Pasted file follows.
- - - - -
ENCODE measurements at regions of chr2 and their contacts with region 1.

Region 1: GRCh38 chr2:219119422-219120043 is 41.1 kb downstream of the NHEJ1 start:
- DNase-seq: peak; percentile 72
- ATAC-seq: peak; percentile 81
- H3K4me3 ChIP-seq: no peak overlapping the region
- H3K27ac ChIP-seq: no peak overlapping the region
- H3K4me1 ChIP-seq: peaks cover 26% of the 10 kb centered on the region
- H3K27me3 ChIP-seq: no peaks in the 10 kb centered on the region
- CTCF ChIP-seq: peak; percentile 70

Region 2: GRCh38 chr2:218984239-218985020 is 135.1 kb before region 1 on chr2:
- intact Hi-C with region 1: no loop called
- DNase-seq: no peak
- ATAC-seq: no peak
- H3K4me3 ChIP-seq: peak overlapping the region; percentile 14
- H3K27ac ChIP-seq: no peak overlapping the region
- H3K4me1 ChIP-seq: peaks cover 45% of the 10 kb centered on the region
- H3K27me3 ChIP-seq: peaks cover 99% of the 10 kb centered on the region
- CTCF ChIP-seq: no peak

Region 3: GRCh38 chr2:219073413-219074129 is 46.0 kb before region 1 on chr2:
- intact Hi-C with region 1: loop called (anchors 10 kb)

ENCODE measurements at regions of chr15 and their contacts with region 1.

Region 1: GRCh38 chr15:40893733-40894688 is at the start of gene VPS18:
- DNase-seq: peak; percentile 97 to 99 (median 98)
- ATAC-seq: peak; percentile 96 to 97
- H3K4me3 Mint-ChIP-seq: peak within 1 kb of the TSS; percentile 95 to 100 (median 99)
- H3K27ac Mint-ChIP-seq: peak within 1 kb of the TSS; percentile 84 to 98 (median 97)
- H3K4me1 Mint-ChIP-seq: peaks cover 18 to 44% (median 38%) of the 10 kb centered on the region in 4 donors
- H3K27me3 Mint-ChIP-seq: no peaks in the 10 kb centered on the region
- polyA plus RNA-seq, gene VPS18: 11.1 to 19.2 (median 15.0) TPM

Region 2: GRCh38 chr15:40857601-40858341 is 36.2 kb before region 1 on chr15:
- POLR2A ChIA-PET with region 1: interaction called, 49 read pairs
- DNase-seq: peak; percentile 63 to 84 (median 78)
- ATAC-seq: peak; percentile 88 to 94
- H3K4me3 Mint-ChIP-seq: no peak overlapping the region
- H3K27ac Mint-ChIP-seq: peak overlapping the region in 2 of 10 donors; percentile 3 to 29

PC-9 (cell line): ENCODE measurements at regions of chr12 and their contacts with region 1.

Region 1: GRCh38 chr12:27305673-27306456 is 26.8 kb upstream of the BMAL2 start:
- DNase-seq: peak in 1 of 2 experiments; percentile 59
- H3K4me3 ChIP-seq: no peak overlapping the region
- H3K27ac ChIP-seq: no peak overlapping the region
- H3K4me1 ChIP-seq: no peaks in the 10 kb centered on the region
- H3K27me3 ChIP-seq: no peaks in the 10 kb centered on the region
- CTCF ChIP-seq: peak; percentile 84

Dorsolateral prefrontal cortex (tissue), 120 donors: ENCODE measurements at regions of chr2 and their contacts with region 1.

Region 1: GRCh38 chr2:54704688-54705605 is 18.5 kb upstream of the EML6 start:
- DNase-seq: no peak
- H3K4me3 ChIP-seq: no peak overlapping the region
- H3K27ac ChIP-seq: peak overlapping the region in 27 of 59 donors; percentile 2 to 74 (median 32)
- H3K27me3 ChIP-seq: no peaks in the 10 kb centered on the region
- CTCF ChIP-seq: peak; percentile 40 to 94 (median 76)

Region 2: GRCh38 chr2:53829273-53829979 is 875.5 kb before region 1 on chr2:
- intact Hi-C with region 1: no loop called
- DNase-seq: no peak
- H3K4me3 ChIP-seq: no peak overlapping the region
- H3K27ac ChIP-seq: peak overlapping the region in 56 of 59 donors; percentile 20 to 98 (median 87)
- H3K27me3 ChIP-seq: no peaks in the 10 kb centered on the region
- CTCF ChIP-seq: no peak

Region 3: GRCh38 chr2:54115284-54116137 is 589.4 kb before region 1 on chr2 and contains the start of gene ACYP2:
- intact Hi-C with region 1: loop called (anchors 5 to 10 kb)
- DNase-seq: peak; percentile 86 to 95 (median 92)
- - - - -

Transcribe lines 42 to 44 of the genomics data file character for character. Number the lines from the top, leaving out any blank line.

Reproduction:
- H3K27me3 ChIP-seq: no peaks in the 10 kb centered on the region
- CTCF ChIP-seq: peak; percentile 84

Dorsolateral prefrontal cortex (tissue), 120 donors: ENCODE measurements at regions of chr2 and their contacts with region 1.